The Lovecraft Reread

The Cthulhu Whisperer: Brian Hodge’s “The Same Deep Waters As You”


Welcome back to the Lovecraft reread, in which two modern Mythos writers get girl cooties all over old Howard’s sandbox, from those who inspired him to those who were inspired in turn.

Today we’re looking at Brian Hodge’s “The Same Deep Waters As You,” first published in 2013 in Stephen Jones’s Weirder Shadows Over Innsmouth anthology. Spoilers ahead.

“At first it was soothing, a muted drone both airy and deep, a lonely noise that some movie’s sound designer might have used to suggest the desolation of outer space. But no, this wasn’t about space. It had to be the sea, this all led back to the sea. It was the sound of deep waters, the black depths where sunlight never reached.”


Kerry Larimer talks to animals. She finds the ability as natural as her other five senses. To others, it’s amazing enough to have landed her a show on the Discovery Channel: The Animal Whisperer. On the down side, her talent alienated her ex-husband, who even used it as evidence she’s too unstable to have custody of their daughter Tabitha. Kerry won that fight, but now Homeland Security’s “asking” her to consult on a project the agents can’t describe. It’s not until she’s on a helicopter, speeding toward an island prison off the coast of Washington State, that she learns what kind of “animal” the government wants her to “translate.” Colonel Daniel Escovedo tells her about a 1928 raid on Innsmouth, Massachusetts. The cover story was that the Feds were rounding up bootleggers. Actually, they were rounding up two hundred of these.

The photos show not people, but some travesty of mankind blended with the ichthyoid and amphibian. Once they were human in appearance, Escovedo explains. But either through a disease process or genetic abnormality, they changed, losing the ability to speak. Could be they be a hive-mind? At times they act like a single organism, aligning themselves toward the Polynesia from which Obed Marsh imported biological doom to Innsmouth. From that same area, underwater probes once picked up an anomalous roar, loud as an asteroid strike. And yet experts say the sound matches the profile of something – alive.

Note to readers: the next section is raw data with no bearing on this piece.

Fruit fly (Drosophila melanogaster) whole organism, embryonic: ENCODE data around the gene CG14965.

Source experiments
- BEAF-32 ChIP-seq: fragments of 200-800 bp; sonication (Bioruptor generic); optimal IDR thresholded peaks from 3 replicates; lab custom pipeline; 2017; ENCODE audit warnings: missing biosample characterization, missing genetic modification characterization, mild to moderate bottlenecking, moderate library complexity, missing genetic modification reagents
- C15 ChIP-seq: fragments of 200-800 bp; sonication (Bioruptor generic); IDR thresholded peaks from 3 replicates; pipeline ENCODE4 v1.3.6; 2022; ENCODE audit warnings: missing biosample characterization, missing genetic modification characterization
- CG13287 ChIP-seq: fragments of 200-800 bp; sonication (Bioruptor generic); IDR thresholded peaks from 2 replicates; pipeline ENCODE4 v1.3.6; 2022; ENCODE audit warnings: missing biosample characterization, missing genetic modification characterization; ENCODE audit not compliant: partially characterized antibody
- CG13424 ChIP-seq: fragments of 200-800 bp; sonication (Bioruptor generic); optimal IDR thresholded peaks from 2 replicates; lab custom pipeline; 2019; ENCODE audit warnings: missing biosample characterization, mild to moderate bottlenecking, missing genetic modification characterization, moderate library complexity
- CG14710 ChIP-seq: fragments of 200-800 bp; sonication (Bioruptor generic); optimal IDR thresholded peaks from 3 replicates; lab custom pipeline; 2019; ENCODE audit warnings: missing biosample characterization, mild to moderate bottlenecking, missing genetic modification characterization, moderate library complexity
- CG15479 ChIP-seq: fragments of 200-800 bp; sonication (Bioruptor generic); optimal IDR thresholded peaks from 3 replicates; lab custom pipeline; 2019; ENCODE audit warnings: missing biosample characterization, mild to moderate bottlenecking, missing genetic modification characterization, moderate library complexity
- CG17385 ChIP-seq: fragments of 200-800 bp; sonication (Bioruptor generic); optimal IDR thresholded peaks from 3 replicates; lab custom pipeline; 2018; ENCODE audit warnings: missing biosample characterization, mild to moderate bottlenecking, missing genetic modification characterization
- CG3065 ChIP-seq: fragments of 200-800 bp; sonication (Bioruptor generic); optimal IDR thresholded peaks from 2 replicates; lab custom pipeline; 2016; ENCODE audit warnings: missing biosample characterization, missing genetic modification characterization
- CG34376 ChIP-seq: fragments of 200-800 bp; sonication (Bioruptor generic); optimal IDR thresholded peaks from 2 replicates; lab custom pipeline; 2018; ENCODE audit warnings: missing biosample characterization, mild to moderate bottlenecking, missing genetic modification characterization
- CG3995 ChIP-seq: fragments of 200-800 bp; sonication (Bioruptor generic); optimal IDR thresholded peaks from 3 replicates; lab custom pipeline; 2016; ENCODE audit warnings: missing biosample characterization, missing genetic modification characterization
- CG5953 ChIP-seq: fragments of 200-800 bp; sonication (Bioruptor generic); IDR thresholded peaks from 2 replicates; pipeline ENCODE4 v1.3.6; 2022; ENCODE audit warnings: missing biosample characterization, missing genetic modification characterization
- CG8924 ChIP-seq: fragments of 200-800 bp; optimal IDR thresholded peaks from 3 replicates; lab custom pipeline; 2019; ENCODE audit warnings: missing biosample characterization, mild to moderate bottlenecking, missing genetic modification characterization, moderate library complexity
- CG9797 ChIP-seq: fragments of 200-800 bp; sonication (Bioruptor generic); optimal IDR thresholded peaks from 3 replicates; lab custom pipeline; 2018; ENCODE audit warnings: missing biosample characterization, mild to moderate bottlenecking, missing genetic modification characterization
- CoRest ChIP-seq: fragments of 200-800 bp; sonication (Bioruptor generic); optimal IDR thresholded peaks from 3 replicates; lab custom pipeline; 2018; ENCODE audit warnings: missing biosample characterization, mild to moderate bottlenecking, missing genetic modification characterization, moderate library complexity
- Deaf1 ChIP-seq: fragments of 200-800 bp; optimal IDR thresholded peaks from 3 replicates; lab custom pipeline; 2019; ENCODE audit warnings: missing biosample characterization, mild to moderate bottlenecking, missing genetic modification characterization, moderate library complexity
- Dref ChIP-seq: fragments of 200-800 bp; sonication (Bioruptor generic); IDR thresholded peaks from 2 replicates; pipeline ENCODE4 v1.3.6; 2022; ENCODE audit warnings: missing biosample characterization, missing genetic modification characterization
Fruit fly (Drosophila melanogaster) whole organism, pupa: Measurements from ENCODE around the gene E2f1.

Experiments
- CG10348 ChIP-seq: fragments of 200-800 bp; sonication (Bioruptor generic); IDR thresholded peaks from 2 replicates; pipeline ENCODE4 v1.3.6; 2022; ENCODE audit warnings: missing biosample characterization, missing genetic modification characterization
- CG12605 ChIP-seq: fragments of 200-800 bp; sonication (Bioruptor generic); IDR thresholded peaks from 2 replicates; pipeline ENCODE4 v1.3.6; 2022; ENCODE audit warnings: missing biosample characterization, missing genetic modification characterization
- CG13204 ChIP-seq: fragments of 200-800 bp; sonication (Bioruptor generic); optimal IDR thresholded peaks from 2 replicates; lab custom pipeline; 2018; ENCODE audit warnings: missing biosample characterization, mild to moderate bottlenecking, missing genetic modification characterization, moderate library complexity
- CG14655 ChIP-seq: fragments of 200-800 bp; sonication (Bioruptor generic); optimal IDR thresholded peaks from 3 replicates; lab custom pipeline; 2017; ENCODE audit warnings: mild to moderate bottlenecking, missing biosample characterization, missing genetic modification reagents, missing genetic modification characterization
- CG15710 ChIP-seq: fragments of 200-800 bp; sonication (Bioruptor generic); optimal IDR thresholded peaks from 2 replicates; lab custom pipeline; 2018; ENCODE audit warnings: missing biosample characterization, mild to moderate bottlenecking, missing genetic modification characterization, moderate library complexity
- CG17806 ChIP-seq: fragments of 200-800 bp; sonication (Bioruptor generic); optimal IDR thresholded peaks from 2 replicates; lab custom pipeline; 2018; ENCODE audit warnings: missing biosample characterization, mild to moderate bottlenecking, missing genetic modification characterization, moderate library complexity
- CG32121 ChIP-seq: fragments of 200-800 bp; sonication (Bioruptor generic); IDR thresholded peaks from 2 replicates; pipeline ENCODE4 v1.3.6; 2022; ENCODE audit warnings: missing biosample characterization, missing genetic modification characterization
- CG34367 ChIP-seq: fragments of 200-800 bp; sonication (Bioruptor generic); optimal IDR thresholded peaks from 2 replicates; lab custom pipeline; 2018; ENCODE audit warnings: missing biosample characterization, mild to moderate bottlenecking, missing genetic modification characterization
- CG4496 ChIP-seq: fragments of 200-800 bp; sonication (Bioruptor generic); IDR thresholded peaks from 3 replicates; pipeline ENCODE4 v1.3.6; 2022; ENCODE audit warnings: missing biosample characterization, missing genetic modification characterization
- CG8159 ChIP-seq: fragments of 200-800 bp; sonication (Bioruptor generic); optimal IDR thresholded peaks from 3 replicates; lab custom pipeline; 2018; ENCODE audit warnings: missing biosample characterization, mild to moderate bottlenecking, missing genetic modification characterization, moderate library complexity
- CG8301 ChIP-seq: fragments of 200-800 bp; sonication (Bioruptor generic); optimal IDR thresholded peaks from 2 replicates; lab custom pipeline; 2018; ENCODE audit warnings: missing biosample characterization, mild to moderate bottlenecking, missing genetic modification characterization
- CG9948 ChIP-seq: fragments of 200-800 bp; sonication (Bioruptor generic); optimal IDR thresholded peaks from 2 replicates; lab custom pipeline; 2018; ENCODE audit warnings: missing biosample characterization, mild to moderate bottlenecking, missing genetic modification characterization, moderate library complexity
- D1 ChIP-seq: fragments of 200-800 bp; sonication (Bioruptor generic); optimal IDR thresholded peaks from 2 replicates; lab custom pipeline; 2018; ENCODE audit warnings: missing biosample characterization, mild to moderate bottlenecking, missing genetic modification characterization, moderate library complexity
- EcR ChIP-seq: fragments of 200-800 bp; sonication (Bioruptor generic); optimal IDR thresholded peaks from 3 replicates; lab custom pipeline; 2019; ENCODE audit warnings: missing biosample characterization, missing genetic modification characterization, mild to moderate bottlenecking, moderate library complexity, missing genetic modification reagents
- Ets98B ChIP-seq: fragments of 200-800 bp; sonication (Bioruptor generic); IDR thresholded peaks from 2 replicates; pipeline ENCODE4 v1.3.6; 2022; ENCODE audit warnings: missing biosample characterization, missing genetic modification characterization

The government is concerned. It wants Kerry to coax some solid info from the Innsmouth detainees. She agrees to try, though the island is bleak and storm-plagued, no vacation destination. Worse, it’s surrounded by the kind of deep, dark water she’s always feared. Who knows what could be lurking under it?

Sixty-three detainees remain of the original two hundred. Dry cells never suited them; now they’re kept in a sort of sea lion enclosure into which ocean water periodically flows. Escovedo won’t let Kerry into the enclosure, though. Instead she meets the detainees one by one in an interrogation room. First hustled in is Obed Marsh’s grandson Barnabas, patriarch of the Innsmouthers. Kerry talks to him of the sea and its comforting depths. Or perhaps he somehow leads her to talk of it, for the sea is his only focus, to reclaim it his only yearning. From other detainees she picks up an urge to mate, something Escovedo says they’ve never done in captivity.

Kerry persuades Escovedo to let her meet Marsh in his own element. Chained to an all-terrain vehicle, Marsh at last re-enters the sea. Much as she dreads the dark water, Kerry dons wetsuit and snorkel and dives after him. Tell me what lies beyond, she thinks at Marsh. He answers with a whisper, an echo that builds into the image of a Cyclopean wall sunken to crushing depths.

Then Marsh lets out a bellow that hits Kerry like a pressure wave, like needles, like an electric shock. Thinking Kerry’s being attacked, Escovedo orders Marsh dragged back to land. Kerry surfaces in time to see soldiers shoot him to bits.

She tells Escovedo about the image Marsh sent her. In return he shows her eight photographs of ruins beneath the sea, taken by Navy submersibles that never made it back to their ships. A ninth photo he withholds. Escovedo says she has no need to know about that, since he’s sending her home the next day. He can’t risk exposing her to more detainees, not if Marsh’s bellow was what he thinks it was: a distress call.